Video PPT demo
J. Guo; M. Li; P. Ho & H. Ren Design and Performance Evaluation of a Force/Torque Sensor for Tele-operated Catheterization Procedures IEEE Sensors Journal, 2016, PP, 1-8
We presents a 5-DOF manipulator which consists of three parts, 1-DOF translational joint, a bendable skeleton (2-DOF for Omni-directional bending motion), and a rotatable forceps gripper (1-DOF for rotation, 1-DOF for opening/closing). The bendable segment in the manipulator achieves two orthogonal bending DOFs by pulling or pushing three parallel universal-joint-based shaft chains. Forward and inverse kinematics of the bendable skeleton is analyzed. The workspace calculation illustrates that the structure of the three parallel shaft chains can reach a bending angle of 90 degree in arbitrarily direction. The reachability of the manipulator is simulated in Adams. According to the surgical requirements, the manipulator is actuated to draw circle during the tests while the end effector is kept bending at 60 degree. The results show that the end effector can precisely track the planning trajectory (precision within 1 mm).
Q. Liu; J. CHEN; S. Shen; B. Zhang; M. G. Fujie; C. M. Lim & H. REN Design, Kinematics, Simulation of Omni-directional Bending Reachability for a Parallel Structure Forceps Manipulator BioRob2016, 6th IEEE RAS/EMBS International Conference on Biomedical Robotics and Biomechatronics, June 26-29, 2016, Singapore, 201
Automate Surgical Tasks for A Flexible Serpentine Manipulator via Learning Actuation Space Trajectory from Demonstration
Background: Accurate motion control of flexible surgical manipulators is crucial in tissue manipulation tasks. Tendon-driven serpentine manipulator (TSM) is one of the most widely adopted flexible mechanisms in MIS for its enhanced maneuverability in torturous environment. TSM, however, exhibits high nonlinearities and conventional analytical kinematics model is insufficient to achieve high accuracy. Methods: To account for the system nonlinearities, we applied data driven approach to encode the system inverse kinematics. Three regression methods: Extreme Learning Machine (ELM), Gaussian Mixture Regression (GMR) and K-Nearest Neighbors Regression (KNNR) were implemented to learn a nonlinear mapping from the robot 3D position state to the control inputs. Results: The performance of the three algorithms were evaluated both in simulation and physical trajectory tracking experiments. KNNR performs the best in the tracking experiments with the lowest RMSE of 2.1275mm. Conclusions: The proposed inverse kinematics learning methods provide an alternative and efficient way to accurately model the challenging tendon driven flexible manipulator. Keywords: Tendon-driven serpentine manipulator; surgical robotics; Inverse kinematics; Heuristic Methods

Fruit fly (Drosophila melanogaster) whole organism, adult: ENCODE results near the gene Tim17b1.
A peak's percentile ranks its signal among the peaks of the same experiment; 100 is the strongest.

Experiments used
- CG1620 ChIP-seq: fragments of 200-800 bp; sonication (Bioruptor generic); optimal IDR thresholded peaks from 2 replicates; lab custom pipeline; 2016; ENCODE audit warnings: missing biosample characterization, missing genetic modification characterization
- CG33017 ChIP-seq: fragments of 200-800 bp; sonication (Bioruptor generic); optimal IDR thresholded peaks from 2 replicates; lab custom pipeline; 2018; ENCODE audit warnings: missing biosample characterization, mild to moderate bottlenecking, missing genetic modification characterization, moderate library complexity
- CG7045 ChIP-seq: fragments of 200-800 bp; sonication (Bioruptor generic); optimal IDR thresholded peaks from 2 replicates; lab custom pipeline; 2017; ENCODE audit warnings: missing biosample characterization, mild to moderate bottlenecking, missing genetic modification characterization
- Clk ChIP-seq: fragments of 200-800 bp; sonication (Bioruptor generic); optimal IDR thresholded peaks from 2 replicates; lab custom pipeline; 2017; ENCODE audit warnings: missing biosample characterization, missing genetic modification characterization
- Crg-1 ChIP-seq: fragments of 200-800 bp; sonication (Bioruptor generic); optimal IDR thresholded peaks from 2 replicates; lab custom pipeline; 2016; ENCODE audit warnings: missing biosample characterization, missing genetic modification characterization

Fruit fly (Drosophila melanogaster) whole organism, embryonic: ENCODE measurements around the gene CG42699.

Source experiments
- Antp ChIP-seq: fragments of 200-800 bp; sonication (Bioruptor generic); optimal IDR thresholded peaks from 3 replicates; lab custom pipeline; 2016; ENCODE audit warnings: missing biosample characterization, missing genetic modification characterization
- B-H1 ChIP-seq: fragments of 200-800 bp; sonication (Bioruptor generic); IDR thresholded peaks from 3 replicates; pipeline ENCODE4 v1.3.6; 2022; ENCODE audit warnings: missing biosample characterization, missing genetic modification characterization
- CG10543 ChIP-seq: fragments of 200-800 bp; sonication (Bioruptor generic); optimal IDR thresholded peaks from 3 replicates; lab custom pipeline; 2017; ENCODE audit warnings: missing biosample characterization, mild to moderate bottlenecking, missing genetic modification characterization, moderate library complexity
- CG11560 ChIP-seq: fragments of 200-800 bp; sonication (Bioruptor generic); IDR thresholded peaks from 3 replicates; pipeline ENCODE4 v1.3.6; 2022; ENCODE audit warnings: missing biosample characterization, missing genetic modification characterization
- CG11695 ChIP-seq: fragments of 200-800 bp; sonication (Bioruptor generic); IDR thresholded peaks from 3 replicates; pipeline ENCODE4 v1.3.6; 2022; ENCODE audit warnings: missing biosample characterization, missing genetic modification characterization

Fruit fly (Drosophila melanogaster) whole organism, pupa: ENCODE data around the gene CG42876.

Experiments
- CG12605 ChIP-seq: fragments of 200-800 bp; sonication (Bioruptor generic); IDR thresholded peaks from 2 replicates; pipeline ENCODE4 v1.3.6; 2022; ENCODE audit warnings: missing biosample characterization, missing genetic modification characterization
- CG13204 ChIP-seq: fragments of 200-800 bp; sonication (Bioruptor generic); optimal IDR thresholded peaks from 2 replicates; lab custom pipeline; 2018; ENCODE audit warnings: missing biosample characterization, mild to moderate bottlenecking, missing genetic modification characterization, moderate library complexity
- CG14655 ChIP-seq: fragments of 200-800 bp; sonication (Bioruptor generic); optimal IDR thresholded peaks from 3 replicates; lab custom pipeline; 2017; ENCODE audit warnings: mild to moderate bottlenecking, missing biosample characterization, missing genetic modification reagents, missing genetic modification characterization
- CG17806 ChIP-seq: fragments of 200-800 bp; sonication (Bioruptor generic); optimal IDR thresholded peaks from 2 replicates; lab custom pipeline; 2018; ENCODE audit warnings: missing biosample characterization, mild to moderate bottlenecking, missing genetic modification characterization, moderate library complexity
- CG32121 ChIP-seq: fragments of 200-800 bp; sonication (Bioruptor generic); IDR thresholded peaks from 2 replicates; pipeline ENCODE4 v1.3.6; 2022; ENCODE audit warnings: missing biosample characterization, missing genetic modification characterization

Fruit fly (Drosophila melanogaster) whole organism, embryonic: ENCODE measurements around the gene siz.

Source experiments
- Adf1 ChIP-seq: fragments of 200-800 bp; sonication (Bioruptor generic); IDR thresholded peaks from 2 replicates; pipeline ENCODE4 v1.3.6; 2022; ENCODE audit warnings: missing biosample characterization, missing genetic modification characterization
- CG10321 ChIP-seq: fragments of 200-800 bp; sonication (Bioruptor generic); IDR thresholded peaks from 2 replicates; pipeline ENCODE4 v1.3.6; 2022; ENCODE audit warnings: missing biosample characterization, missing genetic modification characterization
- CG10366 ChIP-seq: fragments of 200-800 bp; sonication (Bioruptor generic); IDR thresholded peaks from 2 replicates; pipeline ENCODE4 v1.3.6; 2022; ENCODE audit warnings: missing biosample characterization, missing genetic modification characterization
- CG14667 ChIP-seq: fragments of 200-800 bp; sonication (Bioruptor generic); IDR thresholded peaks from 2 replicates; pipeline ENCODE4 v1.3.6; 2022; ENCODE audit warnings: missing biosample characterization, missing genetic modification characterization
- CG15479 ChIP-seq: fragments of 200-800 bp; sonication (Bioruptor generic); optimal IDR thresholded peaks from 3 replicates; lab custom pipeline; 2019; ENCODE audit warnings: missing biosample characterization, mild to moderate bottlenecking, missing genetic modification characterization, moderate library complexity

Demo video at:
W. Xu; J. Chen; H. Y. Lau & H. Ren Data-driven Methods towards Learning the Highly Nonlinear Inverse Kinematics of Tendon-driven Surgical Manipulators International Journal of Medical Robotics and Computer Assisted Surgery , 2016, 1-13
W. Xu; J. Chen; H. Y. Lau & H. Ren Automate Surgical Tasks for A Flexible Serpentine Manipulator via Learning Actuation Space Trajectory from Demonstration ICRA2016, IEEE International Conference on Robotics and Automation, 2016, –
We present a novel flexible endoscope (FE) which is well suited to minimally invasive cardiac surgery (MICS). It is named the cardioscope. The cardioscope is composed of a handle, a rigid shaft, a steerable flexible section, and the imaging system. The flexible section is composed of an elastic tube, a number of spacing disks, a constraint tube, and four wires. It employs the constrained wire-driven flexible mechanism (CWFM) with a continuum backbone, which enables the control of both the angulation and the length of the flexible section. Compared to other endoscopes, e.g., rigid endoscope (RE) and fixed-length FE, the cardioscope is much more dexterous. The cardioscope can bend over 180 deg in all directions, and the bending is decoupled from the distal tip position. Ex vivo tests show that the cardioscope is well suited to MICS. It provides much wider scope of vision than REs and provides good manipulation inside confined environments. In our tests, the cardioscope successfully explored the full heart through a single hole, which shows that the design is promising. Despite being designed for MICS, the cardioscope can also be applied to other minimally invasive surgeries (MISs), such as laparoscopy, neurosurgery, transnasal surgery, and transoral surgery.
Z. Li; M. Zin Oo; V. Nalam; V. Duc Thang; H. Ren; T. Kofidis & H. Yu Design of a Novel Flexible Endoscope- Cardioscope Journal of Mechanisms and Robotics, ASME, 2016, 8, 051014-051014
Z. Li; M. Z. Oo; V. D. Thang; V. Nalam; T. Kofidis; H. Yu & H. Ren Design of a Novel Flexible Endoscope – Cardioscope 2015 IDETC: ASME 2015 International Design Engineering Technical Conferences , 2015
The micro actuator has been studied for its application in micro operations such as manipulating cellular aggregate, the tissues or drug delivery. The traditional actuation methods include thermo-mechanical actuation, electromagnetic actuation, electrostatic actuation and pneumatic actuation. Among these actuation methods, pneumatic actuation has the advantage of not generating heat and current during actuation.
1) a streamlined and standardized fabrication procedure to make sub-millimeter scale soft pneumatic actuators (SPA) with customizable bending modalities achieved by shape engineering. Preliminary models are also given to interpret width-based shape engineering for customization and to compare the bending angle and radius of curvature measured from the characterization experiments.